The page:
Two years ago, the Port of Duluth-Superior had a problem.
Freshwater bacteria were eating its steel pilings. Old growth tree lumber was a possible replacement but was hard to get, expensive and would bring maintenance problems of its own.
Instead, the harbor found an answer with Bedford Technology, a Worthington manufacturer that makes plastic pilings from recycled milk, juice and detergent jugs and fiberglass rebar.
“We have been really impressed with it,” said Chad Scott, president of AMI Consulting Engineers, the company hired to solve the harbor’s problem. The plastic pilings don’t crack. They don’t rot like wood. And because ice doesn’t stick to plastic, it can’t rip the pilings from the lake floor.
After passing AMI’s yearlong engineering tests in Duluth, Bedford Technology added the pilings to its other plastic lumber offerings and started marketing to other clients.
The manufacturer is one example of sustainable businesses in the state displaying their products at this year’s Minnesota State Fair. Other companies include garden-product maker Master Mark in Paynesville, By The Yard furniture maker in Jordan and Revolution Plastics, an Arkansas-based company taking farm plastics from Minnesota and other states to make new agricultural products.
“This stuff is amazing,” said Wayne Gjerde, the recycling market development coordinator for the Minnesota Pollution Control Agency. His job is to help transform factory, farm and post-consumer trash into new products and new revenue streams.
Every year, Gjerde is tasked with making a statement on how recycling can spare Minnesota landfills and improve the life of fairgoers. So besides the company presentations, there’s also a giant statue of Paul Bunyan made from recycled textiles that will “speak” to people about how their recyclables are used.
When Gjerde heard about how Bedford’s new lake pilings would keep tons of trash out of landfills, he asked Bedford for a sample to display in the Eco Experience building at the fair.
“One thing about goods made out of recycled materials is that they have to be better than what is already out there. And these are,” Gjerde said.
Bedford employs 115 at its Worthington factory. Statewide, 18,000 manufacturing jobs are directly tied to recycled materials, Gjerde said.
Michael Nesdahl, vice president of marketing for Bedford, said his company uses millions of tossed milk and juice jugs, detergent and shampoo bottles and other No. 2 plastics that get collected curbside in Minnesota, Wisconsin and Illinois.
“We get our bottles from all over,” Nesdahl said. “We use recycling facilities, waste management companies and counties. We process all of this No. 2 high-density polyethylene in huge bales that are so big it would blow your mind. They are 4 feet high and 8 feet wide and can be 40 feet long. We sort and clean it,” process it and sell it.
Bedford launched its freshwater pier pilings at trade shows in March and recently won an order from AMI to make the anchor piles for another client’s large dock.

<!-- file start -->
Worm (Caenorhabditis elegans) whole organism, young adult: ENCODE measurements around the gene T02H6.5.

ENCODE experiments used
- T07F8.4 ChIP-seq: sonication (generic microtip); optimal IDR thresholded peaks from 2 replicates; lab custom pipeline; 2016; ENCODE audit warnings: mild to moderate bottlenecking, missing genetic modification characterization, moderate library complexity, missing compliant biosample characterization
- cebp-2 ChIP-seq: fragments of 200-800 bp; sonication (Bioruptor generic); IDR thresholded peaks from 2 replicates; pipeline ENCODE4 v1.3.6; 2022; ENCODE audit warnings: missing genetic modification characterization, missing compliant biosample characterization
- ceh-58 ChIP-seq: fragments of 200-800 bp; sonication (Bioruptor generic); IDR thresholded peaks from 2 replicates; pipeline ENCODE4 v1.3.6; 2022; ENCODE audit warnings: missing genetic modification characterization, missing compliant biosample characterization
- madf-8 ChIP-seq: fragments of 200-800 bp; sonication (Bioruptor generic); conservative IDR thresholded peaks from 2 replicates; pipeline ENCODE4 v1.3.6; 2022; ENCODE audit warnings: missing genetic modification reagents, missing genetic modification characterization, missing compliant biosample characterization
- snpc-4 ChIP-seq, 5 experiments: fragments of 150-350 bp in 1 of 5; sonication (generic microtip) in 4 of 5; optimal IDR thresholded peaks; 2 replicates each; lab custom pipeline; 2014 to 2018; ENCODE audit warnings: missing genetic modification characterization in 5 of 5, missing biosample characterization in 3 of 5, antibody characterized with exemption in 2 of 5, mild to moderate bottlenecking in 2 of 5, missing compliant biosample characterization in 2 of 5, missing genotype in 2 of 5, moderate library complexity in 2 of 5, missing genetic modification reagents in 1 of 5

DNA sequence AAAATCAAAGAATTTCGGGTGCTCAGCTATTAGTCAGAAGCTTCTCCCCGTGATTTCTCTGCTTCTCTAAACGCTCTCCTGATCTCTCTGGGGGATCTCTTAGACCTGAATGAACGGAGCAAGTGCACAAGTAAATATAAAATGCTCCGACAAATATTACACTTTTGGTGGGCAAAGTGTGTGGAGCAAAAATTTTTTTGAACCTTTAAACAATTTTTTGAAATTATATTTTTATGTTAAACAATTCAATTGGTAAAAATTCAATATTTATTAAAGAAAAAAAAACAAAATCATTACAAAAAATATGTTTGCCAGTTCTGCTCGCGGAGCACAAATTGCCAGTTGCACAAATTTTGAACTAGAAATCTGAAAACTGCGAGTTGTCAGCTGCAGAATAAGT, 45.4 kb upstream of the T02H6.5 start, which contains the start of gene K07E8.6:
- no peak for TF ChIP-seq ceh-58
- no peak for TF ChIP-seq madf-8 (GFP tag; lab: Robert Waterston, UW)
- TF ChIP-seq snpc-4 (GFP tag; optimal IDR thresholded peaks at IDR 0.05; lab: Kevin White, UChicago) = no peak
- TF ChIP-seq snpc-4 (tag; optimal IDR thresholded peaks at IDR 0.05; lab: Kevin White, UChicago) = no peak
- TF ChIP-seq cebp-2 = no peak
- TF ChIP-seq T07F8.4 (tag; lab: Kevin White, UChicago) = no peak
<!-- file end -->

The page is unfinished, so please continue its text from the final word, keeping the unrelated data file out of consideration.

While the freshwater pilings are new to its arsenal, Bedford Technology has made larger pilings for saltwater marinas for about a decade. The saltwater pilings are extra thick and incredibly strong, so they can withstand the pressures of the sea. But lake harbors need smaller pilings and are exposed to different elements. Until now, Bedford Technology didn’t know how to make a smaller product for freshwater lakes that was sturdy enough to survive extremely cold climates.
“The technology has finally come a long way, so we have the ability to produce the types of strength we need” for smaller lake pilings, Nesdahl said.
The same small pier technology is now being used to make a new product — hefty trestles for wine vineyards, he said. A trestle sample also is on display at the fair.
In the same display area, Master Mark of Paynesville is exhibiting its garage and patio floor tiles and its elevated garden bed kits. Both are made from recycled milk jugs and plastic bags. The products sell in Menards stores and online at Home Depot.com, Target.com and Amazon.com.
“Our online business is a little bit scary with how it’s grown,” said Mark Reum, CEO of Master Mark’s parent company, Avon Plastics.
Four years ago, Master Mark’s online sales were $250,000. “Today, they are over $1 million. It’s incredible. It’s just so exciting,” Reum said.
Brita Sailer, executive director of the Recycling Association of Minnesota, said she’s excited about all of the displays but particularly excited to see one new product that took years to bring to fruition.
Last month, Revolution Plastics distributed 1,450 huge dumpsters to Minnesota farmers, so the farmers can collect and recycle miles of plastic silage feed bags, crop covers and bale wraps for the first time.
Once a dumpster fills with at least 2,000 pounds of agricultural plastic, Revolution Plastics collects it and trucks it to Sauk Centre or Winona, where it is washed, shredded and baled.
Those bales are hauled to Revolution’s plants in Arkansas and Texas, where they are made into garbage bags used in parks and municipalities across the Midwest. Revolution announced this month it also will begin to turn the recycled plastic into new silage bags and crop covers for farmers. “This is a one-of-a-kind closed loop recycling,” Sailer said.